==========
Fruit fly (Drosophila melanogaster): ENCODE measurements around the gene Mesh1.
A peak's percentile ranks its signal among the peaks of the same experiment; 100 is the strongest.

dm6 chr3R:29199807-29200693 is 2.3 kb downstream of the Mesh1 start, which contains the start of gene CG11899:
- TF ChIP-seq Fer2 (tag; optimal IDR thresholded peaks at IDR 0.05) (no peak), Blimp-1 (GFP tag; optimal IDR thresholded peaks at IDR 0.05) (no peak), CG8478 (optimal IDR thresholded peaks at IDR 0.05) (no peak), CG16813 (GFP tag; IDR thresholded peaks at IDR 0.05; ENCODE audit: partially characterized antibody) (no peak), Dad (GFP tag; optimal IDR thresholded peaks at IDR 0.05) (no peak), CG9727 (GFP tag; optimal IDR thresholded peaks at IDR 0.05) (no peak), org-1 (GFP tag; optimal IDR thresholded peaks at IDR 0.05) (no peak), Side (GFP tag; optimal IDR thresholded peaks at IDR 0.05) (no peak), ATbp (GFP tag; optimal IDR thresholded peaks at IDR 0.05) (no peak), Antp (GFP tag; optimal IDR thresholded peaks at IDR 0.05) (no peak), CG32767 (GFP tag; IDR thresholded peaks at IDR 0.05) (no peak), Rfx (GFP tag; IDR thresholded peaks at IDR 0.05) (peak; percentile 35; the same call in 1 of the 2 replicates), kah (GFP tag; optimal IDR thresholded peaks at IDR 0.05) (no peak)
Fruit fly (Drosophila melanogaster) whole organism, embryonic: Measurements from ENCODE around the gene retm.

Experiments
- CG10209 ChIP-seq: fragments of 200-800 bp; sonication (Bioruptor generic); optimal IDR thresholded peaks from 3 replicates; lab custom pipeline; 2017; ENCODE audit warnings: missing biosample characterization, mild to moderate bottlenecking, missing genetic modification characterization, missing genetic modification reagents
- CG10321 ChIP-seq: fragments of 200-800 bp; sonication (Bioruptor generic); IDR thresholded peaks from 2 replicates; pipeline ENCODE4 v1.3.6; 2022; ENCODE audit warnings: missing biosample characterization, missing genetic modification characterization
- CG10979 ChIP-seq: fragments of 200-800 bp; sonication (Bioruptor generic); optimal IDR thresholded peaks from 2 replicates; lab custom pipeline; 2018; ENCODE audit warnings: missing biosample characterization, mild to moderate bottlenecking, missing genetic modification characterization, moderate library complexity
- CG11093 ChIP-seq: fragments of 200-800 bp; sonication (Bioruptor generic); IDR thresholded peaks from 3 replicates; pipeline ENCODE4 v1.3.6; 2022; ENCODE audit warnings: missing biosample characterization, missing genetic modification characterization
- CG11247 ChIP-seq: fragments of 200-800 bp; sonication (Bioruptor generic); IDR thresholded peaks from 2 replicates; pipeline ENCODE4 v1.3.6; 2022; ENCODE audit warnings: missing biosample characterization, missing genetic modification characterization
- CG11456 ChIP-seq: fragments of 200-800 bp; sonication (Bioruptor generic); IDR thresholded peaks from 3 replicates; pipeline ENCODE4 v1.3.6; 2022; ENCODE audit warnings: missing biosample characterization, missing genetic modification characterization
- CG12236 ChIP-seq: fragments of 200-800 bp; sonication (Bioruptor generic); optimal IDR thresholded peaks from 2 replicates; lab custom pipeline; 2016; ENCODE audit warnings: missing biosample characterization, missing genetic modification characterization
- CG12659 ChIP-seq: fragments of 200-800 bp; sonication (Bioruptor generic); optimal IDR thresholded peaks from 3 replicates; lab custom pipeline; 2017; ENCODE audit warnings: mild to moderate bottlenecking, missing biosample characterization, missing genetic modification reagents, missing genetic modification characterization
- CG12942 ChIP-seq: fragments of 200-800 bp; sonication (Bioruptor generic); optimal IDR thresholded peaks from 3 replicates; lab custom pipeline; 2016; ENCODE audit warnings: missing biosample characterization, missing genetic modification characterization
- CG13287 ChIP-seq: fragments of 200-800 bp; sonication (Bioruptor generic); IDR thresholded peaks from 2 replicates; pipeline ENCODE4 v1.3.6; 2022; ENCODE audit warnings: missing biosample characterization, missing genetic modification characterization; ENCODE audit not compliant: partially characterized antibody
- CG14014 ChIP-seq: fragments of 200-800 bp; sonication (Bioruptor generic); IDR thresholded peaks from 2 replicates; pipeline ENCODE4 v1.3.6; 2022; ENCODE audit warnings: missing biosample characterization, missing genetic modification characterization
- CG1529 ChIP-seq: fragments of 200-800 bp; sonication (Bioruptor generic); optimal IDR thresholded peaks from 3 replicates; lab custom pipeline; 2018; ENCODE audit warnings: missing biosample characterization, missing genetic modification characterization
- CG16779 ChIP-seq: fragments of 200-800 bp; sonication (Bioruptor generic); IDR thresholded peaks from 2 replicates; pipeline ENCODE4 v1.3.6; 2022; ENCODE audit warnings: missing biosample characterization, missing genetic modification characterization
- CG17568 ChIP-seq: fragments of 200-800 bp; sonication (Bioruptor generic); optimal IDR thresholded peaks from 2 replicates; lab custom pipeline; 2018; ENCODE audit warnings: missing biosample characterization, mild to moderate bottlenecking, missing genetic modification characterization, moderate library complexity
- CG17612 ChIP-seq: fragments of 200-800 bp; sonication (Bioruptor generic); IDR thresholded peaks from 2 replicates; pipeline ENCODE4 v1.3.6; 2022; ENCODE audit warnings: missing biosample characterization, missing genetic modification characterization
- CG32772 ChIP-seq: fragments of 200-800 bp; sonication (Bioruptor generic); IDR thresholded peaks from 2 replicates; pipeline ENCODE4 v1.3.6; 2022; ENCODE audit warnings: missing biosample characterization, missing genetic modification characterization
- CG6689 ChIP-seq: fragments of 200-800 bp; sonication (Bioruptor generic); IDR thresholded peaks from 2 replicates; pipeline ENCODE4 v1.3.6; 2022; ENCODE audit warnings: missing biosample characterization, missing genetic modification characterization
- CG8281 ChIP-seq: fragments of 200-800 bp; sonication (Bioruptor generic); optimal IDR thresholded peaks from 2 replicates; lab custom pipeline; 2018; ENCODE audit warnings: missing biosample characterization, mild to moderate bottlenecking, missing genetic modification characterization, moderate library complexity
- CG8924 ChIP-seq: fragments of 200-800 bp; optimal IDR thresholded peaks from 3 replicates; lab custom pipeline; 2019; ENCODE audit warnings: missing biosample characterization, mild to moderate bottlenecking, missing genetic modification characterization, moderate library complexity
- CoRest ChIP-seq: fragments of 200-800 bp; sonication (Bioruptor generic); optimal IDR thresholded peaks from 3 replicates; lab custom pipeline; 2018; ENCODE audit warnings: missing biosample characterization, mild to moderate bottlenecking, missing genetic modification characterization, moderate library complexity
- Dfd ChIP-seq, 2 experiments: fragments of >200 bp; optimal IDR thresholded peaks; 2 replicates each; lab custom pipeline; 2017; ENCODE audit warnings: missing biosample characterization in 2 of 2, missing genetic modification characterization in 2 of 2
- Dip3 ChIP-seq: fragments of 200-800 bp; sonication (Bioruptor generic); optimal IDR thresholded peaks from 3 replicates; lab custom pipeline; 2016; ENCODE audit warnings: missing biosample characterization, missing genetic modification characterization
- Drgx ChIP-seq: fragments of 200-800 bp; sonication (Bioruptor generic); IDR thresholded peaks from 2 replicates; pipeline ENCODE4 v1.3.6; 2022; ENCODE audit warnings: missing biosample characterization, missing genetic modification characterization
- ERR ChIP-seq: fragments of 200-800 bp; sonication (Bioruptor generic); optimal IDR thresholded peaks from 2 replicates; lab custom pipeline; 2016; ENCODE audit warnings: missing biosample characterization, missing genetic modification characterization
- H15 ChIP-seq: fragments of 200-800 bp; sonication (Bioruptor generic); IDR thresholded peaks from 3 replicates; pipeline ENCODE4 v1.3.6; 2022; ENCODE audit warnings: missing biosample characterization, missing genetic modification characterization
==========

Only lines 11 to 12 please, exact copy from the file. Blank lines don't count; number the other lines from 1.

- CG11247 ChIP-seq: fragments of 200-800 bp; sonication (Bioruptor generic); IDR thresholded peaks from 2 replicates; pipeline ENCODE4 v1.3.6; 2022; ENCODE audit warnings: missing biosample characterization, missing genetic modification characterization
- CG11456 ChIP-seq: fragments of 200-800 bp; sonication (Bioruptor generic); IDR thresholded peaks from 3 replicates; pipeline ENCODE4 v1.3.6; 2022; ENCODE audit warnings: missing biosample characterization, missing genetic modification characterization